But in her majority opinion, Justice Judith French wrote that the Munroe Falls regulations, which were enacted between 1980 and 1995, clashed with a 2004 law enacted by the General Assembly that provided for general statewide regulation of oil and gas drilling.
"This is a classic licensing conflict under our home-rule precedent," French wrote in her opinion. "We have consistently held that a municipal-licensing ordinance conflicts with a state-licensing scheme if the local ordinance restricts an activity which a state license permits."
Munroe Falls' regulations, she wrote, "prohibit -- even criminalize -- the act of drilling for oil and gas without a municipal permit," negating the state's authority to regulate drilling. The state statute, though, provides that it, not municipal authorities, shall have sole authority "to regulate 'all aspects' of the location, drilling, and operation of oil and gas wells," she noted.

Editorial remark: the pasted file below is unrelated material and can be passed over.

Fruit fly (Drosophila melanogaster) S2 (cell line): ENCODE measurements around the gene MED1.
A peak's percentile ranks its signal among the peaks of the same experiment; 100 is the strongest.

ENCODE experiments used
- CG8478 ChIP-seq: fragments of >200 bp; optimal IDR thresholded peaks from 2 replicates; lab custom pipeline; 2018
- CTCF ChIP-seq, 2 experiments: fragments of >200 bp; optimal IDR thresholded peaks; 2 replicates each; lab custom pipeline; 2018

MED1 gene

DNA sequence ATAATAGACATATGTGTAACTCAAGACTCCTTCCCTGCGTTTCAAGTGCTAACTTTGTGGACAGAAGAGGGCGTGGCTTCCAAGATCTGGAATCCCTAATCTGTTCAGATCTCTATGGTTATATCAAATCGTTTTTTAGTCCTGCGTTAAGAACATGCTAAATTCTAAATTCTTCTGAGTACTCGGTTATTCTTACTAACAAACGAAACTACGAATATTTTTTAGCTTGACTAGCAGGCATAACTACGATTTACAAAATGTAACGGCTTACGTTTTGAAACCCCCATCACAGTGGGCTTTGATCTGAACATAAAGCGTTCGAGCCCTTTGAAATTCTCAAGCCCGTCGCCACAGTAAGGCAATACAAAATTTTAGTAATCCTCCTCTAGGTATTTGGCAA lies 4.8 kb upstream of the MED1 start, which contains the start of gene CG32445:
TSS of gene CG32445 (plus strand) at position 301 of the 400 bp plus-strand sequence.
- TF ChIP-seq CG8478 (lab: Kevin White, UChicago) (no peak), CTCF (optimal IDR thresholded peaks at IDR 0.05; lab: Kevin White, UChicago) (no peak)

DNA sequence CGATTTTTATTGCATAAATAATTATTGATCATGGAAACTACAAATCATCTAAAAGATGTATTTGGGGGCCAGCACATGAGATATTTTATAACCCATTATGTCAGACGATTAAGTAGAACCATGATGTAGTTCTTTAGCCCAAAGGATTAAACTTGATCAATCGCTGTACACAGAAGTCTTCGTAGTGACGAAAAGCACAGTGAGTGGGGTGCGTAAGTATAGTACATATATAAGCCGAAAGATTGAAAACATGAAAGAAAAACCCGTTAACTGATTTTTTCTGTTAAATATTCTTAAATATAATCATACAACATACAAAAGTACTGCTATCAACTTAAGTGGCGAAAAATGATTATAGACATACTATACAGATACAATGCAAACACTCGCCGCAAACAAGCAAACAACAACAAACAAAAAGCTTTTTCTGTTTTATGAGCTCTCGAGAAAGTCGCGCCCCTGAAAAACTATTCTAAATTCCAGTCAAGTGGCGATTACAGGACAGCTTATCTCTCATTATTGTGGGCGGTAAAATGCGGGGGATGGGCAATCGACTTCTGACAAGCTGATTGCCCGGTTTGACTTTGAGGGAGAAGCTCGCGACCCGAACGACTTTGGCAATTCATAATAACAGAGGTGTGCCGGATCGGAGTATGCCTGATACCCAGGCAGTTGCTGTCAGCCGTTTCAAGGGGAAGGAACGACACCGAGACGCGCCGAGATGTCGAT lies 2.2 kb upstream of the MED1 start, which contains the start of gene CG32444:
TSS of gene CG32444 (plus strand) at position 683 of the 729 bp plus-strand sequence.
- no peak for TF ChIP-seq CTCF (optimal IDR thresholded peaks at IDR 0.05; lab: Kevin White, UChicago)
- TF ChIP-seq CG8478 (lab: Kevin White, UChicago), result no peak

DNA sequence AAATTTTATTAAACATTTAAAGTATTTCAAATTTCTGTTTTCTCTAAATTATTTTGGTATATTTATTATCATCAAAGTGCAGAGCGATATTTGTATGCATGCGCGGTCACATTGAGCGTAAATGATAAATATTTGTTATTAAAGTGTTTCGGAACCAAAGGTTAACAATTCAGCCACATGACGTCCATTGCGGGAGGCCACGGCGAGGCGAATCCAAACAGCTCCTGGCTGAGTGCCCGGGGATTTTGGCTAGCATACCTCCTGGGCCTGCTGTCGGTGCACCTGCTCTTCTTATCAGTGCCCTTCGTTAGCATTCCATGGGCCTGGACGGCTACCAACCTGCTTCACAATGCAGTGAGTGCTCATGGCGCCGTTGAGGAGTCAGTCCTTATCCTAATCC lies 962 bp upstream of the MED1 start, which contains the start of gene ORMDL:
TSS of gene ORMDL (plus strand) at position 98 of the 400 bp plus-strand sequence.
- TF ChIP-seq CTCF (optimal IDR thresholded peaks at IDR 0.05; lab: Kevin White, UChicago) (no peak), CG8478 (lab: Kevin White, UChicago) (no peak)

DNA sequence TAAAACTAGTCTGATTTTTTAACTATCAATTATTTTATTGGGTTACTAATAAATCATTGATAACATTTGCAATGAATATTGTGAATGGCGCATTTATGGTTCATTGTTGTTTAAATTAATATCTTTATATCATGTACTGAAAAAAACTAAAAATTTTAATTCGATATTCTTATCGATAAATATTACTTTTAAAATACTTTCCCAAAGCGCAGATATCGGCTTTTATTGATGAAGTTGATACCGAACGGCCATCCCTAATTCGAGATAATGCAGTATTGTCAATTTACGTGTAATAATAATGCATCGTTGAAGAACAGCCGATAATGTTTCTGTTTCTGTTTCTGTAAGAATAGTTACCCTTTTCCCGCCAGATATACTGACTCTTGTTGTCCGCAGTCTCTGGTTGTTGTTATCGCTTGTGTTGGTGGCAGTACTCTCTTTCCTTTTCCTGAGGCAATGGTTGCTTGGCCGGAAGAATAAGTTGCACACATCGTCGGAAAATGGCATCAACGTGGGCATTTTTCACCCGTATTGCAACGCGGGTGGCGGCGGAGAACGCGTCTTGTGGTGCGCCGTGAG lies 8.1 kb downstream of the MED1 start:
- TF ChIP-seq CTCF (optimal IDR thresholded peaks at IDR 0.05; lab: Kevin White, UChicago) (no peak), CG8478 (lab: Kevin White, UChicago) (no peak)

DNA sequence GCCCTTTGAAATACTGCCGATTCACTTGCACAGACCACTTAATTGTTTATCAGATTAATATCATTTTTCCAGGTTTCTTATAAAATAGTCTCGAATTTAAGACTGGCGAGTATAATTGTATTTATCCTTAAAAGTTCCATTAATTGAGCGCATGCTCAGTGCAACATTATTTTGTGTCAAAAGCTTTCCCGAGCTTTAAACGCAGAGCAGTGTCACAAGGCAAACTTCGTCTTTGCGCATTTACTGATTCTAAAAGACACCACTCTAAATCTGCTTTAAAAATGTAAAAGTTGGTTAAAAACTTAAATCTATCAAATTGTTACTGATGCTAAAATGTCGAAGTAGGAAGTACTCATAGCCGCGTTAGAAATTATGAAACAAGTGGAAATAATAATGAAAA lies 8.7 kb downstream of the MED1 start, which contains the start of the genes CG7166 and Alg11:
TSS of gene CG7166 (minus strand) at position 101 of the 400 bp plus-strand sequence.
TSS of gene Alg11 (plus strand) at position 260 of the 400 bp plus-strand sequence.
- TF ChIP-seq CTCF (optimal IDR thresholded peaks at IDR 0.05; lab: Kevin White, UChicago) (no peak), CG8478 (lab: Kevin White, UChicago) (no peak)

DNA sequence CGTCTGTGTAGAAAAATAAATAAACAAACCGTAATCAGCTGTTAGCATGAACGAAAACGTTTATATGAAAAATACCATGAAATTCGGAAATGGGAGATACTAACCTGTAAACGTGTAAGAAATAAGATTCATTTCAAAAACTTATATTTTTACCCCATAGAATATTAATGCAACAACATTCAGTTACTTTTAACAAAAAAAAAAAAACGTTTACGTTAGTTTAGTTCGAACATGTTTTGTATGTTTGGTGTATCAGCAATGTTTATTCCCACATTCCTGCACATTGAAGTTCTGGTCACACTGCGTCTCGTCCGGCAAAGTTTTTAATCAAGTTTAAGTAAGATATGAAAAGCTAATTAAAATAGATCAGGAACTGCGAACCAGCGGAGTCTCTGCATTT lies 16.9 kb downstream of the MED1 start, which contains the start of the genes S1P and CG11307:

"Article II, Section 36 vests the General Assembly with the power to pass laws providing for the 'regulation of methods of mining, weighing, measuring and marketing coal, oil, gas and all other minerals.'" French wrote. "With the comprehensive regulatory scheme in [the regulatory statute], the General Assembly has done exactly that."
The scope of home-rule authority, and the ability of the General Assembly to limit it, has sparked several court battles in recent years. Several times the Supreme Court has upheld the state's authority to trump local regulations and ordinances.Read more by clicking here.
It will be very interesting to see the ramifications of this ruling as shale development moves forward in Ohio.
Below you can read the opinion that was issued in the case.
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